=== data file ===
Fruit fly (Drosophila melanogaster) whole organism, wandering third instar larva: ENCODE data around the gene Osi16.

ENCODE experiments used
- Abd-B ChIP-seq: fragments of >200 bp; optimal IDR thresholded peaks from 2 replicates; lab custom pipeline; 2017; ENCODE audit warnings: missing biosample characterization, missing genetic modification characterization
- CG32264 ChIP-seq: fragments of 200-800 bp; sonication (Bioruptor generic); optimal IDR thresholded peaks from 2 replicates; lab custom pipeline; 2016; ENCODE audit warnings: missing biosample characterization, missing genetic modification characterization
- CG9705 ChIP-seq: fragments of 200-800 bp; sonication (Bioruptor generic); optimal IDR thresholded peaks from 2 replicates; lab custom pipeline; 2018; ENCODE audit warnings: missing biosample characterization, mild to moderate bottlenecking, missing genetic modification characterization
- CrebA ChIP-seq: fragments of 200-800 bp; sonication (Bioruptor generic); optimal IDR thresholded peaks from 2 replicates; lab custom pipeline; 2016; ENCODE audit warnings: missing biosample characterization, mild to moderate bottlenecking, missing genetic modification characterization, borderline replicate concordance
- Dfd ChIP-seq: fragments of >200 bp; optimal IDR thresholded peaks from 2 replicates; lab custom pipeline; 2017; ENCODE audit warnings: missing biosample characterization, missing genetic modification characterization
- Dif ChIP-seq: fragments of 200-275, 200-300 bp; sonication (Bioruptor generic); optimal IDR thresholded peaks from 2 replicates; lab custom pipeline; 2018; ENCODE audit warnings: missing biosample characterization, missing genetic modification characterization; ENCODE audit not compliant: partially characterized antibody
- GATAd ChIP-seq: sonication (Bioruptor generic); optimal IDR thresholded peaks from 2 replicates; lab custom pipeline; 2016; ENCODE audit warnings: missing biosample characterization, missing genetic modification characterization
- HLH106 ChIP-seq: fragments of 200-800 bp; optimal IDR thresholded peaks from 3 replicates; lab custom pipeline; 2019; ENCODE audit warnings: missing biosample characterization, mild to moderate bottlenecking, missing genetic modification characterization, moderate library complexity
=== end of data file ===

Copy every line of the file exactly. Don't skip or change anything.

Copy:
Fruit fly (Drosophila melanogaster) whole organism, wandering third instar larva: ENCODE data around the gene Osi16.

ENCODE experiments used
- Abd-B ChIP-seq: fragments of >200 bp; optimal IDR thresholded peaks from 2 replicates; lab custom pipeline; 2017; ENCODE audit warnings: missing biosample characterization, missing genetic modification characterization
- CG32264 ChIP-seq: fragments of 200-800 bp; sonication (Bioruptor generic); optimal IDR thresholded peaks from 2 replicates; lab custom pipeline; 2016; ENCODE audit warnings: missing biosample characterization, missing genetic modification characterization
- CG9705 ChIP-seq: fragments of 200-800 bp; sonication (Bioruptor generic); optimal IDR thresholded peaks from 2 replicates; lab custom pipeline; 2018; ENCODE audit warnings: missing biosample characterization, mild to moderate bottlenecking, missing genetic modification characterization
- CrebA ChIP-seq: fragments of 200-800 bp; sonication (Bioruptor generic); optimal IDR thresholded peaks from 2 replicates; lab custom pipeline; 2016; ENCODE audit warnings: missing biosample characterization, mild to moderate bottlenecking, missing genetic modification characterization, borderline replicate concordance
- Dfd ChIP-seq: fragments of >200 bp; optimal IDR thresholded peaks from 2 replicates; lab custom pipeline; 2017; ENCODE audit warnings: missing biosample characterization, missing genetic modification characterization
- Dif ChIP-seq: fragments of 200-275, 200-300 bp; sonication (Bioruptor generic); optimal IDR thresholded peaks from 2 replicates; lab custom pipeline; 2018; ENCODE audit warnings: missing biosample characterization, missing genetic modification characterization; ENCODE audit not compliant: partially characterized antibody
- GATAd ChIP-seq: sonication (Bioruptor generic); optimal IDR thresholded peaks from 2 replicates; lab custom pipeline; 2016; ENCODE audit warnings: missing biosample characterization, missing genetic modification characterization
- HLH106 ChIP-seq: fragments of 200-800 bp; optimal IDR thresholded peaks from 3 replicates; lab custom pipeline; 2019; ENCODE audit warnings: missing biosample characterization, mild to moderate bottlenecking, missing genetic modification characterization, moderate library complexity